My favorite character in this novel is a gentle island man named Neville Stafford, who lives quietly on a beach in Andros where his ancestors have lived before him. Neville is humble and kind. It is he who owns the monkey of the title, whose name is Driggs; his patience in caring for this nasty creature, who throws feces at people he doesn’t like, makes him a candidate for sainthood. He fishes for a living, has three girlfriends on various parts of the island, and wants nothing more than to continue his existence exactly as it is. He, like Yancy, is being threatened by development. A relative has sold the beach to a man who plans to build a huge resort, and the only thing Neville can think of to stop him is peeing in the gas tank of the tractor that’s about to level the whole place. Neville realizes he’s different from most of the people he knows. He doesn’t need a car – his bicycle takes him everywhere he wants to go – his fishing boat, though its motor is way out of warranty, runs “like a champ” and has never stranded him. What else does a man need? He already lives in one of the loveliest places imaginable. He wonders “if something was mentally wrong with him for being content with what he had.”
This is where Hiaasen wins my heart. If there’s one thing wrong with Florida more than another, it’s the belief that big houses, big boats, and fancy cars will make you happy—not to mention plastic surgery and Viagra. But Hiaasen believes what Chaucer’s Pardoner only preached, that greed is the root of all evil: radix malorum est cupiditas. In addition to destroying Neville’s quiet beach, greed is responsible for the big spec house that’s cutting off Yancy’s view of the sunset (the house is being sold to a couple who already own three) and taking away the habitat of the last Key deer, small creatures, not even three feet high at the shoulder, who used to visit the beach where the house now stands.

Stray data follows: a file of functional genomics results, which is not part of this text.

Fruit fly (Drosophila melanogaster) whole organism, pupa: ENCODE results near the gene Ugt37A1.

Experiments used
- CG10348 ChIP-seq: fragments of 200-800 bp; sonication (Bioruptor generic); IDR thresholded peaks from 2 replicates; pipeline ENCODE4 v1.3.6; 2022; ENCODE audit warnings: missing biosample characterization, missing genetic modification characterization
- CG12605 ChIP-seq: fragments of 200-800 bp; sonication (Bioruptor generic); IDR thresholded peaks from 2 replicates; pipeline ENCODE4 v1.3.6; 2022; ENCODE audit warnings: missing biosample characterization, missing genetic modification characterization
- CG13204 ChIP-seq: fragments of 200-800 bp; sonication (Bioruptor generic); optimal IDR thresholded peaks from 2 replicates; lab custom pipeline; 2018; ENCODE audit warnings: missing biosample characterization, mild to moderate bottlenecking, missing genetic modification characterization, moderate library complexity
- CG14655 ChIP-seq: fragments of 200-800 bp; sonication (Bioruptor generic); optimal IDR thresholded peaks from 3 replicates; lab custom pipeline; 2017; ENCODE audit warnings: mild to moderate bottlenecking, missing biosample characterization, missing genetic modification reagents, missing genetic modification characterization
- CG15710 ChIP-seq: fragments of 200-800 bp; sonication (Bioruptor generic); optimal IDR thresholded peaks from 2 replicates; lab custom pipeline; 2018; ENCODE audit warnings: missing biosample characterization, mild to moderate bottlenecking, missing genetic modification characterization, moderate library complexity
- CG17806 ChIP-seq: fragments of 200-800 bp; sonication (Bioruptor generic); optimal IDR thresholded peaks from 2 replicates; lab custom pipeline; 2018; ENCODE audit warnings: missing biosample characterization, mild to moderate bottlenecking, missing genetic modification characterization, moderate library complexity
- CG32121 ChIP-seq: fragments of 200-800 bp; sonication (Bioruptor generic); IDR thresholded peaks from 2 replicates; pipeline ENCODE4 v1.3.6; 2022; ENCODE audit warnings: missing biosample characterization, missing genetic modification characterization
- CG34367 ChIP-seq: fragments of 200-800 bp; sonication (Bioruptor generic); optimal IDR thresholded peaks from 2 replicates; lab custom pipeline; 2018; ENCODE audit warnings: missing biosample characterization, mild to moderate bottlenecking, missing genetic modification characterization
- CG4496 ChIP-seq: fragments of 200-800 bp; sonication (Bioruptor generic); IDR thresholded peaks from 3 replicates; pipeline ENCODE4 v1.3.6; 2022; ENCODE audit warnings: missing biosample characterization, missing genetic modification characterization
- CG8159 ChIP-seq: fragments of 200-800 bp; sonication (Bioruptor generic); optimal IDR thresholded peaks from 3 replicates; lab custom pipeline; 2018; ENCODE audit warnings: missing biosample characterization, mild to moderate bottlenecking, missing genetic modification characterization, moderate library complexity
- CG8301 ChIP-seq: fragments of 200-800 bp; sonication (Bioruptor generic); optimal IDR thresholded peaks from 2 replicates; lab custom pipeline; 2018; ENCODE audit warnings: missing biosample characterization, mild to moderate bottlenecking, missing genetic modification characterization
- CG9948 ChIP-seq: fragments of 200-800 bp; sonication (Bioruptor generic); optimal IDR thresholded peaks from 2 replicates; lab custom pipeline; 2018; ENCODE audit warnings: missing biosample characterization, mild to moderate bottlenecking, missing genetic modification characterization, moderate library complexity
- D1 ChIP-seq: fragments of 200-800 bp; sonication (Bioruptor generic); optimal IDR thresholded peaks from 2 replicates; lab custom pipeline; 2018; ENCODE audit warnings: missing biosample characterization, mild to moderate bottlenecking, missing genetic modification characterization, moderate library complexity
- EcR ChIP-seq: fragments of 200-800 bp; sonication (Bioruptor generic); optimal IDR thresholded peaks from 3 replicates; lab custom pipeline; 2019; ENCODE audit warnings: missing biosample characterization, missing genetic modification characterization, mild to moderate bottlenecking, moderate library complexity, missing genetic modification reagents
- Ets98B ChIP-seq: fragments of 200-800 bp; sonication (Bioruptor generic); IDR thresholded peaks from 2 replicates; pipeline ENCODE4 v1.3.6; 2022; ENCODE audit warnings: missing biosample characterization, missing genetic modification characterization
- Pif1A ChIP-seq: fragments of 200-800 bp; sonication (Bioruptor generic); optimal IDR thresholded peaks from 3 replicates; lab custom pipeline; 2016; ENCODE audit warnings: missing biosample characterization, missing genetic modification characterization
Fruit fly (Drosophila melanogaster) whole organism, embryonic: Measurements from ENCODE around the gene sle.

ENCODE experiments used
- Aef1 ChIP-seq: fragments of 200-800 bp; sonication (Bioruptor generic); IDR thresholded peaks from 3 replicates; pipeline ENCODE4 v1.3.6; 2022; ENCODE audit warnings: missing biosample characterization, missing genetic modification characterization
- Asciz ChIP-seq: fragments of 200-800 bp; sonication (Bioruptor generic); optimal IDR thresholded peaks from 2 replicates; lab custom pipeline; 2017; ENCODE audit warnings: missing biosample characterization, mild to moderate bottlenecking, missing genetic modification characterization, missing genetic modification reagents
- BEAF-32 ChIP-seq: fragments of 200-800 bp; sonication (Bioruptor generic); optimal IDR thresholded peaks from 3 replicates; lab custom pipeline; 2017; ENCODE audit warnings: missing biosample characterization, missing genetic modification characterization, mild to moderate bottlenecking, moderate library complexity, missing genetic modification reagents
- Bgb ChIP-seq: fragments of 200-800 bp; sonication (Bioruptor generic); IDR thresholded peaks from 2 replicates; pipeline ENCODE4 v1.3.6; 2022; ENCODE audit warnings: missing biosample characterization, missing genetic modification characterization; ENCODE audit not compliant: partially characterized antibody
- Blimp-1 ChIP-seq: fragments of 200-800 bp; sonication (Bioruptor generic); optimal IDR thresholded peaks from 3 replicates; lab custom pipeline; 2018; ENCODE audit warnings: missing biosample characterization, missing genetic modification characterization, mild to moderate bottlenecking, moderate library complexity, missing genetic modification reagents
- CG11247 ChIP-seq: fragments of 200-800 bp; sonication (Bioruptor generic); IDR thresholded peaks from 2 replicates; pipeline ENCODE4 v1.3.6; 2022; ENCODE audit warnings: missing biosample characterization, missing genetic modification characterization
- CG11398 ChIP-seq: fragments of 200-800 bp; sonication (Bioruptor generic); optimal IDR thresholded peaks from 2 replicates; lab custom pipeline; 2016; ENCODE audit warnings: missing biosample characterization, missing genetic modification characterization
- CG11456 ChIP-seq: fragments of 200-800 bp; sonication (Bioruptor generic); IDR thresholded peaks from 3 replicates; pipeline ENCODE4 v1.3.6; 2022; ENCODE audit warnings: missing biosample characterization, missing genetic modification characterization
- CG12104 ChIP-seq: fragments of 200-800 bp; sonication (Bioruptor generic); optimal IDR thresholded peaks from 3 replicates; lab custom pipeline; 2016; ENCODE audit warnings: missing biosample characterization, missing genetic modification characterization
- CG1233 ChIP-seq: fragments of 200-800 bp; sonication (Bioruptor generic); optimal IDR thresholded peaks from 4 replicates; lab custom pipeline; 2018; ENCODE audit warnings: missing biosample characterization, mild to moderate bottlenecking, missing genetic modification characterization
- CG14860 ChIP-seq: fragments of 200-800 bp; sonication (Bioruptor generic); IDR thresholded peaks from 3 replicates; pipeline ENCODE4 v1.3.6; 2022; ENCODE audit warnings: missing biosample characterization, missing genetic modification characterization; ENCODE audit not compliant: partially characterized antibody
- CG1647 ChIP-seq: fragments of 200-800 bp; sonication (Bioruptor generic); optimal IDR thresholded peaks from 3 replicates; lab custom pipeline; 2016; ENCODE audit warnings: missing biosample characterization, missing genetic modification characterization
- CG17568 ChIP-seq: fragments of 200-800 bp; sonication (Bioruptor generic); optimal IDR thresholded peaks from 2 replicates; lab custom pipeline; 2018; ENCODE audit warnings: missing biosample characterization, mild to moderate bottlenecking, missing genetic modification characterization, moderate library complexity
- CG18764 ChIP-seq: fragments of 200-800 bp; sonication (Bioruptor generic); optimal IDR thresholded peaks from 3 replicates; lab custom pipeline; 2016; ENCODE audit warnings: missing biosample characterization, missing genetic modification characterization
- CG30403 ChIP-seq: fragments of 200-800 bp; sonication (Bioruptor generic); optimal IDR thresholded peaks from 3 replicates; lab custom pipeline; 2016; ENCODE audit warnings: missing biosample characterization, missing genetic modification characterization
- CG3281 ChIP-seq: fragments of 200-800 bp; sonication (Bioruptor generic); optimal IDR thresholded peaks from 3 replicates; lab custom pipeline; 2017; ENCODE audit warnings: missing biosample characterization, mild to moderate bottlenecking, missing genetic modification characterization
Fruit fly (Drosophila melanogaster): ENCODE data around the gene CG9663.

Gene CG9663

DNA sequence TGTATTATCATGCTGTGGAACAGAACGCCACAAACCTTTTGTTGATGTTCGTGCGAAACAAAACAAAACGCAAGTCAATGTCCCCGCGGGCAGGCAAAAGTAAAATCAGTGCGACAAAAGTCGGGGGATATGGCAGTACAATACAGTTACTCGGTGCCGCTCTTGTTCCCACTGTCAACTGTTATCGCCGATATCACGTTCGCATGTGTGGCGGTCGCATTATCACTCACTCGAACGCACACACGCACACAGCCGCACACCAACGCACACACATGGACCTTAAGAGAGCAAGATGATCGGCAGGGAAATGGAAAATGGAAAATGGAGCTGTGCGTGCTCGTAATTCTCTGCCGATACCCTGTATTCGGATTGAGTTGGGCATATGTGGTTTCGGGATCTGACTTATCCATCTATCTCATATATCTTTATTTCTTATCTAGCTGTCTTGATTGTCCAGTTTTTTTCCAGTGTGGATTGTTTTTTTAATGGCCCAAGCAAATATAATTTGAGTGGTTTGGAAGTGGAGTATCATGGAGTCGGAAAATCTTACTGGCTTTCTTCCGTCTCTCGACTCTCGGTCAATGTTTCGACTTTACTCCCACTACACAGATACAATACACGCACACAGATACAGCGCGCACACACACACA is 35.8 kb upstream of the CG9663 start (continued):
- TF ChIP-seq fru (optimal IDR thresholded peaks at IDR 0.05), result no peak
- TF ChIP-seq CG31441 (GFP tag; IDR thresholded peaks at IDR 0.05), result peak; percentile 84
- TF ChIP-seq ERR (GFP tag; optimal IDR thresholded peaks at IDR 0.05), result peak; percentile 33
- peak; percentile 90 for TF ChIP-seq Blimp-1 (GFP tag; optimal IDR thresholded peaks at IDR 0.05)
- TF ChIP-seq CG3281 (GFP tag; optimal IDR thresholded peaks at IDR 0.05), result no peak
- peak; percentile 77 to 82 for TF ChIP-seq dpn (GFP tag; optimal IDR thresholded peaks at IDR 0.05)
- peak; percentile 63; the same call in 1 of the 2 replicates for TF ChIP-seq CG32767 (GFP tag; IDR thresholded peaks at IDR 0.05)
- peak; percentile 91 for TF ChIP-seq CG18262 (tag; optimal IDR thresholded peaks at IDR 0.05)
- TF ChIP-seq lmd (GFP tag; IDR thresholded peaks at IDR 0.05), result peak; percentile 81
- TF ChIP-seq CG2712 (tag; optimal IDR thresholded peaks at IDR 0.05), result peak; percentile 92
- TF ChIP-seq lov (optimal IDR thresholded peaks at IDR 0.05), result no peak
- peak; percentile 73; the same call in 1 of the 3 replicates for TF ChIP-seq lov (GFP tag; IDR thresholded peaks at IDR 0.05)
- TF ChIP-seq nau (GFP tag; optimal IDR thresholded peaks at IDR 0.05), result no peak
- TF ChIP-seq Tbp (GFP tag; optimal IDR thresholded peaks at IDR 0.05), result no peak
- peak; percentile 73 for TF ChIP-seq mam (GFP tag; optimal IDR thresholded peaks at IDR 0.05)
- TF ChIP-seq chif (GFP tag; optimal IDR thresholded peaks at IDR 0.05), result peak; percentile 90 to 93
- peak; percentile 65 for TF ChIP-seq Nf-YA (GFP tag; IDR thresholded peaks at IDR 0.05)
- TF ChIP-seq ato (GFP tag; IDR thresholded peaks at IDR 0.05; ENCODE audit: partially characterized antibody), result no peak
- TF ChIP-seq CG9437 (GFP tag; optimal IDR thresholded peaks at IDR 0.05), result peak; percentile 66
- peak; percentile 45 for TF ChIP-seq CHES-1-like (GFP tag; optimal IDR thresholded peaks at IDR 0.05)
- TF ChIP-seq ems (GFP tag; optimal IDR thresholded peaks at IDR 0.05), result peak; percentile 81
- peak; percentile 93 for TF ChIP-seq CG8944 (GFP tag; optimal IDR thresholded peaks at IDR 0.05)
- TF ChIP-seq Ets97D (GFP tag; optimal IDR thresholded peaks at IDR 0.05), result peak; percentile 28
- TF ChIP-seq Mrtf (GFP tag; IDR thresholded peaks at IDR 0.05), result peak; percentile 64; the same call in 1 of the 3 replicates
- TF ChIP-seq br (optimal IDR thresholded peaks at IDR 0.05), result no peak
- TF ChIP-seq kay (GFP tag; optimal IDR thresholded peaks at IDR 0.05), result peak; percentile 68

You can be sure that those who destroy even a blade of grass in a Hiaasen novel will get what’s coming to them, and of course (spoiler alert!) they do in Bad Monkey. Its savagery and humor are fueled by the rage of a man who sees what he loves the most being laid waste day after day. At the same time, the novel captures what’s wonderful about the life that’s possible in that part of the world—the sensations of sun, wind, and waves; the wildlife; the beauty of beaches; the taste of fried plantains, conch fritters, and fresh fish; wearing shorts, going barefoot, and relaxing in a lawn chair after a shower (with your choice of beverage). It even makes you wonder whether you really need air-conditioning after all. ~